Those who saved themselves by fleeing into the forests and fighting alongside the Partisans in bloody battles are most thankful.

The part of the Dukst community that remained was very small, one can say they were almost annihilated.

In the Dukst forests you can find our “Dear Brother's Grave” and this is what remains to remember our dear little shtetl of Dukst.

It was a very little shtetl. Jews lived side by side like one large and extended family. You couldn't distinguish who was a relative and who wasn't. We all lived like brothers and sisters, until the wild and barbaric beasts arrived and slaughtered these good and innocent souls. I, together with those who survived, will always keep their Memory alive.


[Col. 1295]

The Cultural – Communal Life

Soreh – Dvoyreh Berman / Hartford, United States

Translation by Janie Respitz

Duksht began to develop as a town when it was decided to build a large train station in the region. Jews were dispersed throughout all the villages in the region like: Kaniuk, Drishkun, Ligun and others. They lived a lonely life. They believed a community could be built around the train station and began to move to Duksht.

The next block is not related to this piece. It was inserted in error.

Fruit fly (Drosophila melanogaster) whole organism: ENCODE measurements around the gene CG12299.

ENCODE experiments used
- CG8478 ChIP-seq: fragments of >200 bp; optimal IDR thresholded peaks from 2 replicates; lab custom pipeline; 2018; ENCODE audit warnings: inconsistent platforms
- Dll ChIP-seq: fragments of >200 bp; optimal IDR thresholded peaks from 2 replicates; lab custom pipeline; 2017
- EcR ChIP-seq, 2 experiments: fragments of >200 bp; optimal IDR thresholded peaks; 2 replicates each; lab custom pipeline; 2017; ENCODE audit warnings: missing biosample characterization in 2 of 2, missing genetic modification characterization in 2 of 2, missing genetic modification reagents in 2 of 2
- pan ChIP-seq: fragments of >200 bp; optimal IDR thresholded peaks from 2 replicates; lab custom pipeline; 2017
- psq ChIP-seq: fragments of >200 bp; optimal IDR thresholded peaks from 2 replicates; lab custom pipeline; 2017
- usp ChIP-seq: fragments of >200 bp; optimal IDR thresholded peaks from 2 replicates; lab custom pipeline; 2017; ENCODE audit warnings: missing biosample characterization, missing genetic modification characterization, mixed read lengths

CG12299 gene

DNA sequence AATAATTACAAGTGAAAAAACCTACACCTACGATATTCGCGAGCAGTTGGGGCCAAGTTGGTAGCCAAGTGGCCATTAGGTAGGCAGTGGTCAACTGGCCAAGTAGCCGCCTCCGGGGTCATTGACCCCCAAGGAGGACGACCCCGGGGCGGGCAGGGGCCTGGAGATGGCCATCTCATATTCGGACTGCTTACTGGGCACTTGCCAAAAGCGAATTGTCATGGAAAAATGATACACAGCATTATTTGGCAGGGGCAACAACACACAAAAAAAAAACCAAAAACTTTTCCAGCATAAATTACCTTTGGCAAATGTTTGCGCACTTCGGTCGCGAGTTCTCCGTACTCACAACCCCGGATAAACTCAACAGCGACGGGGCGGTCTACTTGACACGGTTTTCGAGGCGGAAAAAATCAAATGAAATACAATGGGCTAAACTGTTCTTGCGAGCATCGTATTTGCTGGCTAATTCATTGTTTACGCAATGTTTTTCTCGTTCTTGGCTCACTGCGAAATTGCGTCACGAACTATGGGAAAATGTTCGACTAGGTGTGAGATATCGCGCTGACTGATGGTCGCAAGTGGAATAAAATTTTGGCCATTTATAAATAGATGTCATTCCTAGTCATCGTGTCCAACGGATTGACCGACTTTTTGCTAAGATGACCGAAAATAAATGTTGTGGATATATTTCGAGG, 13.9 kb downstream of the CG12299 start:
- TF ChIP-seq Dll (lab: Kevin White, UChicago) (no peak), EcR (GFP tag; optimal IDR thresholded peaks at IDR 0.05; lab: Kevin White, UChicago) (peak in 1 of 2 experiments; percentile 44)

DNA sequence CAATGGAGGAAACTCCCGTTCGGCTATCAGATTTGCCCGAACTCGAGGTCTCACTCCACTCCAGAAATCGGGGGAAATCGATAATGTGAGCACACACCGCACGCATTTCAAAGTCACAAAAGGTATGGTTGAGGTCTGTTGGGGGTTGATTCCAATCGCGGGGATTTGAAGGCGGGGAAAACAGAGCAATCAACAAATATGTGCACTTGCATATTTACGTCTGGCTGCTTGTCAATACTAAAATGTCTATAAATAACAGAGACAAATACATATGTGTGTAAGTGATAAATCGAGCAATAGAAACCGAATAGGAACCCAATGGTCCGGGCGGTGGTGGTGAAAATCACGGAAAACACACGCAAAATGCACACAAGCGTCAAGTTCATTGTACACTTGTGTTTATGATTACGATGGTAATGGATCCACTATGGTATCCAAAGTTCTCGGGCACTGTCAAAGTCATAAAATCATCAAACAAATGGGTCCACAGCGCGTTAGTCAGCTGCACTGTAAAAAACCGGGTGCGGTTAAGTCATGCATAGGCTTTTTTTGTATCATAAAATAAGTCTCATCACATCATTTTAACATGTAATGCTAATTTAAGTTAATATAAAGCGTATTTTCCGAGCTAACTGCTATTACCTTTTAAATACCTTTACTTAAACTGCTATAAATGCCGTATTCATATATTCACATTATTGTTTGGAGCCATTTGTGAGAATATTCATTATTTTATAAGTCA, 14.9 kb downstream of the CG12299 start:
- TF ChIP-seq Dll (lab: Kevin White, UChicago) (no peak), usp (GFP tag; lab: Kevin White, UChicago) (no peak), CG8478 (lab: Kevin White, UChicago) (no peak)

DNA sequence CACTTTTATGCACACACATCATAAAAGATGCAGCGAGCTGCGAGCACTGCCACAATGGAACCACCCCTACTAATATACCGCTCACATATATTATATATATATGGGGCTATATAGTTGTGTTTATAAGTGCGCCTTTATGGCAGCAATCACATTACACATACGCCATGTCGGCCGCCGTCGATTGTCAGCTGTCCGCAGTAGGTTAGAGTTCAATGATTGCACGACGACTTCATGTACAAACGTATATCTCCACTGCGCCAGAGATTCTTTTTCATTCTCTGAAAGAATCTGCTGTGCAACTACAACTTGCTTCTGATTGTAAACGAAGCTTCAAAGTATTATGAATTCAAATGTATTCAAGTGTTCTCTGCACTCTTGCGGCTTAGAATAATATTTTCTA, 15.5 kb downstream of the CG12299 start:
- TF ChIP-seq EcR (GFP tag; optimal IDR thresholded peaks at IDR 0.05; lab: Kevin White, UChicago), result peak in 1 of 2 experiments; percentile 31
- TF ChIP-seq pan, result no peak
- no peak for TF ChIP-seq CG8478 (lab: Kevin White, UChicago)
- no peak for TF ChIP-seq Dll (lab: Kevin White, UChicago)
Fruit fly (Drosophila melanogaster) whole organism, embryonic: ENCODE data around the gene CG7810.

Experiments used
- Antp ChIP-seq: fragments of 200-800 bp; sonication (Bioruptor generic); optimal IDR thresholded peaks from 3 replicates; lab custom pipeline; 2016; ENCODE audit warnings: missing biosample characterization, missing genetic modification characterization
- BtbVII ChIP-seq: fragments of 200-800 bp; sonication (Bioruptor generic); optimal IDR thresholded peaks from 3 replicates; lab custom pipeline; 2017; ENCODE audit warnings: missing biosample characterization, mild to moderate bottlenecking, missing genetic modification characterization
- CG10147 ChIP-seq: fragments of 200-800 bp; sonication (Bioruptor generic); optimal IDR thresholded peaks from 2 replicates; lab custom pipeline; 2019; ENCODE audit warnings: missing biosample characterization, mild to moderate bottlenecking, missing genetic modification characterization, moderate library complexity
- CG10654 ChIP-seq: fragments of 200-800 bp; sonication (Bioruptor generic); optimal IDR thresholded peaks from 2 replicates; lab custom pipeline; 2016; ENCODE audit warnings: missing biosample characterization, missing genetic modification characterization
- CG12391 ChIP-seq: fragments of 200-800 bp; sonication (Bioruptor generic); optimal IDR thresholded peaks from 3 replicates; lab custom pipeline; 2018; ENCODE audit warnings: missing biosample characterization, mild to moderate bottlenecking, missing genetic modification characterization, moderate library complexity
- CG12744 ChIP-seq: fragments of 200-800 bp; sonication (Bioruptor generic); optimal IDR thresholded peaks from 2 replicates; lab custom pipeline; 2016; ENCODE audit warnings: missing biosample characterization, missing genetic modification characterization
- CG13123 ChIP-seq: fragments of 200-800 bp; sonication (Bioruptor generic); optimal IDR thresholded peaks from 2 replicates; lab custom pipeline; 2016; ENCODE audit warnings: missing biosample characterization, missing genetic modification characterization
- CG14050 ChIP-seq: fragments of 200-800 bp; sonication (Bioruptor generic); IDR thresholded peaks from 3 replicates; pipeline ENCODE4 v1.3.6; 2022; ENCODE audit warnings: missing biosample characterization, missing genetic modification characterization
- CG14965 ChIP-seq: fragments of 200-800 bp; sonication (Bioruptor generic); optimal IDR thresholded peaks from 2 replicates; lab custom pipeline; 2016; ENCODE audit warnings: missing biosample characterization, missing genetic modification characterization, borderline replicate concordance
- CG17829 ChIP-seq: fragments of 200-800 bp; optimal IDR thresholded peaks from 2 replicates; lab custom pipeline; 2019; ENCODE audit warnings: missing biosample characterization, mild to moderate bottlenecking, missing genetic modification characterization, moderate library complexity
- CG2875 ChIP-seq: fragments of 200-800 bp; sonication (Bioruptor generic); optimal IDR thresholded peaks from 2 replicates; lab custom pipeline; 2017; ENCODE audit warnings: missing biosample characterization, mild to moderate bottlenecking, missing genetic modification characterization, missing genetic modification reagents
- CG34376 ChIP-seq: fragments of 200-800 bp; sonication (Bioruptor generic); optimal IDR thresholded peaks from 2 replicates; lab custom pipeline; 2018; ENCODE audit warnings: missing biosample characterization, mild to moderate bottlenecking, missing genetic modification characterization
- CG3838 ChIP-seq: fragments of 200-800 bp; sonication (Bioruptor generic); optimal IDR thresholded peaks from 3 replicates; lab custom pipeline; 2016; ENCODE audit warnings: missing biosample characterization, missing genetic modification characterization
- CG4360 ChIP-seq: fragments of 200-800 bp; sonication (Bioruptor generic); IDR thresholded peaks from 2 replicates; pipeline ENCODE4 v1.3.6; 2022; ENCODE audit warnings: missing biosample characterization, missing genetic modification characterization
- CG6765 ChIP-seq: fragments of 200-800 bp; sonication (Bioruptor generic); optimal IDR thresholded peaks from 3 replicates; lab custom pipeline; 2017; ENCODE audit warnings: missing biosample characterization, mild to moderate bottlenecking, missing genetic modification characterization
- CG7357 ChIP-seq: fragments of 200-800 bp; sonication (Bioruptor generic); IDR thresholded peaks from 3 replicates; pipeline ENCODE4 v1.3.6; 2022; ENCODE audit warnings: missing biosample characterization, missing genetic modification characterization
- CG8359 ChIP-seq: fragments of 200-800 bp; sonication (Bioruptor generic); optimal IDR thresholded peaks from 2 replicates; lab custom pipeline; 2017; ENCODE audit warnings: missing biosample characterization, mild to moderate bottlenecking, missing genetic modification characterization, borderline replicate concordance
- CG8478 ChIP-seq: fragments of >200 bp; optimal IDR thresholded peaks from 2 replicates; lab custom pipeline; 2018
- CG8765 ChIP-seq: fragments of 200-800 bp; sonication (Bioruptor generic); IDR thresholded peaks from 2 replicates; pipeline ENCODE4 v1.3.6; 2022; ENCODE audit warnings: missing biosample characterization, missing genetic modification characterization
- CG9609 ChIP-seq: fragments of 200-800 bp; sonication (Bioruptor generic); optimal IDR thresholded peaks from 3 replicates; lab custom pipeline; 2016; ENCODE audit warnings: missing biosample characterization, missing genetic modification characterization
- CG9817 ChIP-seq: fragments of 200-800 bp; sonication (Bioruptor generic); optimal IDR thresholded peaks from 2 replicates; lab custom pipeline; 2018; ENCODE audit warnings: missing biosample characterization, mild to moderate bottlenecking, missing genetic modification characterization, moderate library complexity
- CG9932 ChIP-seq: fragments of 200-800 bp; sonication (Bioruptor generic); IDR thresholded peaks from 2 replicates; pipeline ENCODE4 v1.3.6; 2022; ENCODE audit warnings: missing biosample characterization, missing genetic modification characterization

They all built their homes around the train station.

One of the first Jewish residents in the new community was actually my great grandfather Moishe Kaniuker, or Moishe Hamburg. He moved there with his sons: Abba – Nakhman, Yisroel and Leyb. Following him other families arrived including the family of Reb Shneour Zalman Levin, from whom all the Levins and Davidovitchs in town descended.

Another early Jewish resident was Reb Lipeh Rappaport, whose son Anshl became an important socialist leader in France.

Besides the Jews from the villages, many Jews moved to Dushkt from surrounding towns. They believed it would be easier to earn a living close to the new train station. They were right. Many Jews benefited from the station.

Among the Jews in Duksht who earned a good living were: Ruven Eidelman, Yehuda Leyb Podvitch, Shaul Ber Shinavitch, Zundl Tzinaman, Yisroel Feldman, Yisroel Luria, and all the Tarnesses and Bloshteyns.

Slowly, a Jewish community grew around the station.

[Col. 1296]

A nice House of Prayer was built, a Rabbi was hired and Duksht became a Jewish community like all the others in Sventzian province.

The first Rabbi in Duksht was Rabbi Dov– Ber Abigil. He arrived as a young man and remained his whole life. When he died his position was taken over by his son–in–law Rabbi Borukh Spivak who was a great scholar.

Duksht was always proud of its Rabbis and they were loved throughout the region. Rabbi Abigil was even a student of the well–known Rabbi Meir Simkha. The story in town was Rabbi Meir Simkha gave him a prayer book as a gift with the following inscription: “One should know what is written here”.

In the early years Duksht suffered a fire which destroyed the town. In those days no one was insured and as they say, everyone was left with only the shirt on their backs. But, no one lost faith. They quickly rebuilt the town and returned to a normal life.

 

Sve1296.jpg
The large family of Leyb Hamburg with their relatives: Doytch, Rozentzveig, Ahkenazi

[Col. 1297]